Phan interned at Rubin Pfeffer Content, a literary agency representing children's and young adult literature. There, she was responsible for reviewing manuscripts, evaluating their viability, and following up with writers. One of her tasks was to write rejection letters, a challenging responsibility she approached with thoughtfulness and to which she applied her experiences from the classroom at UMass Amherst. "With each manuscript submission, the author attached a brief letter that described their writing process, personal background, and the inspiration for the story," she says. "As I read each submission, I used my critical reading and peer review skills I learned from my classes to determine whether or not the story should be rejected."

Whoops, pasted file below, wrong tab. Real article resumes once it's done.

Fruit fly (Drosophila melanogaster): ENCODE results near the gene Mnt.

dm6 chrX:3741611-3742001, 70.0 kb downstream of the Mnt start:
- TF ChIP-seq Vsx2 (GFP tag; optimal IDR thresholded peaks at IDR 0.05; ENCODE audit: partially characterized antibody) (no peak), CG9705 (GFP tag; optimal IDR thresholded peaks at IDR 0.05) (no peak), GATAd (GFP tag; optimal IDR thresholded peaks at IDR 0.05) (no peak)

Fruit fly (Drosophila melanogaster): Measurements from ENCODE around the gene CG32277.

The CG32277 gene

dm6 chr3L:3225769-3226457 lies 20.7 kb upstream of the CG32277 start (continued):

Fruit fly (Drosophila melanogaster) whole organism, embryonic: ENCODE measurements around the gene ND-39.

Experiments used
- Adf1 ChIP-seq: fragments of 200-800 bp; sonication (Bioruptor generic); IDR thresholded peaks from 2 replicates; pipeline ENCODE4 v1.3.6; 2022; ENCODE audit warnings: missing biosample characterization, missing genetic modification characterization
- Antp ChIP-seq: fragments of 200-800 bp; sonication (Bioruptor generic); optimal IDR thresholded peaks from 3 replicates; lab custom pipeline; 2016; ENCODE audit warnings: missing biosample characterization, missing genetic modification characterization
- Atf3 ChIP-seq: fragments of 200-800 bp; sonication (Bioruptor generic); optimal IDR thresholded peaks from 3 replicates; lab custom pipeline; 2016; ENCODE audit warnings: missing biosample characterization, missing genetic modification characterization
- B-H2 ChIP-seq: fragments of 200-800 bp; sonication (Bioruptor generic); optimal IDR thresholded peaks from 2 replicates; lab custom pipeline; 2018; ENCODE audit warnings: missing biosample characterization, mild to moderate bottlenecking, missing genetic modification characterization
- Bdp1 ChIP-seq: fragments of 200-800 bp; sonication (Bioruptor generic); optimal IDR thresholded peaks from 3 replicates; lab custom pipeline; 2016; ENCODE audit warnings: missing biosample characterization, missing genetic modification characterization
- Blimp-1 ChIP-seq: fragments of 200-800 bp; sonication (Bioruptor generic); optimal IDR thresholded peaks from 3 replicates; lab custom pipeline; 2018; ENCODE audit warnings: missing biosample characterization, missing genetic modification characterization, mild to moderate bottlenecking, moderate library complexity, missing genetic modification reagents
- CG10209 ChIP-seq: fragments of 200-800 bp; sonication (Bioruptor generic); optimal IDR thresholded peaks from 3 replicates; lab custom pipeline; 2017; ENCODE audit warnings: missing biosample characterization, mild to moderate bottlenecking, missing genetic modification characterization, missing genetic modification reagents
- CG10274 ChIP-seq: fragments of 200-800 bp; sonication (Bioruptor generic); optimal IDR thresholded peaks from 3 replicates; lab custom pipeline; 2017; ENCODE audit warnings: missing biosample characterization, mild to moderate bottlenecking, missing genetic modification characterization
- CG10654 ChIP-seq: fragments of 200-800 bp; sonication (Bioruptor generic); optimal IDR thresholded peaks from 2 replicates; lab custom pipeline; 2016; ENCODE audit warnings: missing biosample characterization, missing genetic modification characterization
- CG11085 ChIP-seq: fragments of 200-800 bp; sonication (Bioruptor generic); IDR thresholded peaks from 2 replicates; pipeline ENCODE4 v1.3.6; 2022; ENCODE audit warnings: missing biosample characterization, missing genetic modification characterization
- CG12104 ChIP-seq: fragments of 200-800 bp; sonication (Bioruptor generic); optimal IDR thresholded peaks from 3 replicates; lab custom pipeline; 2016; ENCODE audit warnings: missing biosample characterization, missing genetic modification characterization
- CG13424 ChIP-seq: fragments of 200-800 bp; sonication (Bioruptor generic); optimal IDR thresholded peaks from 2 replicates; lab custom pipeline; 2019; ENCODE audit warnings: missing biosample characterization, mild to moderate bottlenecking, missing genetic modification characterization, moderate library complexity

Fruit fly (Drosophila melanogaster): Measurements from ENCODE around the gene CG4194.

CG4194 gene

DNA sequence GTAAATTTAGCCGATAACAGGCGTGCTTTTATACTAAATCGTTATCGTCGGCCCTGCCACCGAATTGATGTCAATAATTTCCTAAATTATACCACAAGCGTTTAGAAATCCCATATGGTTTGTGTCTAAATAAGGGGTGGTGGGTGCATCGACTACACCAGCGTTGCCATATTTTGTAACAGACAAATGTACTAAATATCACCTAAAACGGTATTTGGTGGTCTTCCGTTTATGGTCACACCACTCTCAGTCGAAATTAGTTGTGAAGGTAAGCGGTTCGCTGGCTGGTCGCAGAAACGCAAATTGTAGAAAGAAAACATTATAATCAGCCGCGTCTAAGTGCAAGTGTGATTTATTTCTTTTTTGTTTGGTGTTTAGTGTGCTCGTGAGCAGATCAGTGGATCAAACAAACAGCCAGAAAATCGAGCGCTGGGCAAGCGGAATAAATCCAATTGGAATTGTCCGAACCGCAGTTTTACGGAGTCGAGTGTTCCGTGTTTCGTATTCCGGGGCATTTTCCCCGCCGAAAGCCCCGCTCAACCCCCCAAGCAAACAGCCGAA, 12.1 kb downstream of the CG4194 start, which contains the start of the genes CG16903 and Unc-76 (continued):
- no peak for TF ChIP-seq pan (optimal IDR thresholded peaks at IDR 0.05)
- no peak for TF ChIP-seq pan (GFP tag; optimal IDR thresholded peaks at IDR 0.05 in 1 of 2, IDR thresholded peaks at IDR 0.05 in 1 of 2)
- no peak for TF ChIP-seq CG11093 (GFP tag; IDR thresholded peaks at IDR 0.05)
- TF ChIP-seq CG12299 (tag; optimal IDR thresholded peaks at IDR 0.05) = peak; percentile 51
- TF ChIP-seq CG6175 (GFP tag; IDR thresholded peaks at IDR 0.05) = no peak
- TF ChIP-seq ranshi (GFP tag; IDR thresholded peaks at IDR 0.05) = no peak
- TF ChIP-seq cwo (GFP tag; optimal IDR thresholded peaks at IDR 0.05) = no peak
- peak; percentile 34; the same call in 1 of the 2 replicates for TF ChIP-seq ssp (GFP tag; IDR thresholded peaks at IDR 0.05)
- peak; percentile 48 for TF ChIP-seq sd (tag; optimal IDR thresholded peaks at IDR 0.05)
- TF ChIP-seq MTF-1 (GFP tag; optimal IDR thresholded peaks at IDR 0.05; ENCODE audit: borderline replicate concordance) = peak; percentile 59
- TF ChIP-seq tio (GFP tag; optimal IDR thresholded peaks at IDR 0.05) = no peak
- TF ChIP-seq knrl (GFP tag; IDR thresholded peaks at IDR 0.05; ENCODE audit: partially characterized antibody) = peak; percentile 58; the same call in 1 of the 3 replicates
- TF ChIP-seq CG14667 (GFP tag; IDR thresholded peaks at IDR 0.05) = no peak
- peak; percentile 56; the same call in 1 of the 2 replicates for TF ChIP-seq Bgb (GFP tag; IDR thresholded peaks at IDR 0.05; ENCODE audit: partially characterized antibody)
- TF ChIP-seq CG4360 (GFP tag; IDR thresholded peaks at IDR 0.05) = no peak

The internship allowed Phan to see firsthand how literature and writing can reflect what's going on in the world. Following the death of George Floyd and the Black Lives Matter protests, her supervisor called for submissions from writers of color and received a flood of submissions. "I began to realize how much it really took to get a book published and the societal significance a book really represents," says Phan. She began to weave this perspective into her review process, asking herself "whether or not a book would benefit someone, somewhere in any way. Would it make someone be seen? Would it make someone more compassionate and empathetic? Most importantly, I thought about whether a manuscript would inspire the reader to be better and do better, in any and every capacity possible." She's grateful for the opportunity to complete this internship, through which she learned valuable skills and gained a deeper understanding of the editorial process.